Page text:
Apple’s latest Apple Watch Series 3 device has seen healthy adoption rates since its release last year, while usage rates of older Series 1 and first-generation models are on the decline, according to statistics shared by Pedometer++ developer David Smith.
Smith detailed metrics from his app in a blog post on Wednesday, demonstrating usage statistics of all Apple Watch models from August 2017 through to today.
Of note, Apple Watch Series 3 has enjoyed steady adoption rates since its launch in September, including a dramatic spike during the holiday gift-giving season. As of last week, Series 3 overtook the Series 2 to become the most popular Apple Watch model among Pedometer++ users, with the device accounting for 33 percent of Smith’s active user base.
The most recent data shows Series 2 sitting at about 30 percent, first-generation Apple Watch at 24 percent and Series 1 holding steady at around 14 percent. As can be expected of a new release, Apple Watch Series 3 upgraders are eating into legacy model share, with Series 2 and first-gen devices exhibiting declines that began when the most recent Apple Watch iteration debuted.
Original Apple Watch devices, often referred to by the unofficial moniker “Series 0,” has experienced the steepest drop off. In August of last year, usage of the first-gen wearable was roughly in line with that of its Series 2 successor, but rates have since fallen at more rapid pace.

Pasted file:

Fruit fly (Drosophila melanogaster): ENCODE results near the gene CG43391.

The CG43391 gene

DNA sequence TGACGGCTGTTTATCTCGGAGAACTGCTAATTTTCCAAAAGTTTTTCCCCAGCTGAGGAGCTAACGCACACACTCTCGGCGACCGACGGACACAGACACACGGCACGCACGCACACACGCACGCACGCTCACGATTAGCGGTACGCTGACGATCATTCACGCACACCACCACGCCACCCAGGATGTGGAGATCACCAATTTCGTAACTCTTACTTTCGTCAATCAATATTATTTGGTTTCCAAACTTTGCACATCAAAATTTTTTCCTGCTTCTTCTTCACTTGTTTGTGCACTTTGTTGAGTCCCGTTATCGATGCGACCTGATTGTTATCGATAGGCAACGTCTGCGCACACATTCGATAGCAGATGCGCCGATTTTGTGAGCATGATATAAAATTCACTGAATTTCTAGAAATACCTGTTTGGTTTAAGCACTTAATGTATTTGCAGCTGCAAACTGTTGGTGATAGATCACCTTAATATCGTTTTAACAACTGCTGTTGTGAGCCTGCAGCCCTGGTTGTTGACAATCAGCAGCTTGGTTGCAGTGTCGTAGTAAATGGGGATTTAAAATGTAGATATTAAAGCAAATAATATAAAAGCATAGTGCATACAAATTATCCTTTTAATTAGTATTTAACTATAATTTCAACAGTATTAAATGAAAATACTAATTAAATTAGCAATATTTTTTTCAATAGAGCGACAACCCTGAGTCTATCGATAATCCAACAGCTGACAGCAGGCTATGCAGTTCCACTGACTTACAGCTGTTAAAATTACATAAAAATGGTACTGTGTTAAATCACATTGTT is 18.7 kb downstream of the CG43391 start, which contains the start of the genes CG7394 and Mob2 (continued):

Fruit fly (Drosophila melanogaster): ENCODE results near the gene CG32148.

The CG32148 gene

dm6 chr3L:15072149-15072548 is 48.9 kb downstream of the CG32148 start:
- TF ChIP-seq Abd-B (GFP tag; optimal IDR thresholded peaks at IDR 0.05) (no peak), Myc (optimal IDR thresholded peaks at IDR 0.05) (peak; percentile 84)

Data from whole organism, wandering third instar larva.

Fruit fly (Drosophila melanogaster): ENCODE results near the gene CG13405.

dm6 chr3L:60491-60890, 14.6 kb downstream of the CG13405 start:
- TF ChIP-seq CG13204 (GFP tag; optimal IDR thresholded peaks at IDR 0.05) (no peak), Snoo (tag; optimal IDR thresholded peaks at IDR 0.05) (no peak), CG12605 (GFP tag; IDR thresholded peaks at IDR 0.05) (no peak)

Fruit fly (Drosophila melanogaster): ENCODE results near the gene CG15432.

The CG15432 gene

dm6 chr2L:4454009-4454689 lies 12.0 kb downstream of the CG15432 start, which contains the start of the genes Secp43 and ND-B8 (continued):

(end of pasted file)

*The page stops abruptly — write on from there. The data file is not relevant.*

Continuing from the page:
While Smith fails to provide commentary on the precipitous decline in first-gen device usage, he does say that developing for the original Apple Watch is “slow and honestly a bit painful.” On the other hand, Apple Watch Series 3 with its S3 chip and LTE connectivity is a “delight to work with,” Smith says.
It is because of these troubles that Smith is keeping close tabs on Watch adoption. His hope is that Apple will abandon support for the first-gen device when it reveals watchOS 5, a next-generation operating system expected for unveiling at WWDC in June.
“The Series 1 & Series 2 watches would be a great baseline going forward,” Smith writes. “While not quite so fast as the Series 3, they are a mile ahead of the Series 0.”
In addition to overall adoption rates, Smith shared a few tidbits on user predilections, noting the split between 42mm and 38mm Watch versions stands at about 60/40. Further, the split between users with LTE and non-LTE Apple Watch Series 3 devices has been about even since Christmas.
While Pedometer++ users are only a small subsampling of Apple Watch owners, the analytics provides general insight into owner preference.
Whether Apple intends to deprecate first-gen Apple Watch models with watchOS 5 is unknown, but the company typically attempts to keep older hardware operational for as long as possible. Doing so allows owners to enjoy the latest features without upgrading on a yearly basis, fostering higher customer satisfaction and user experience ratings.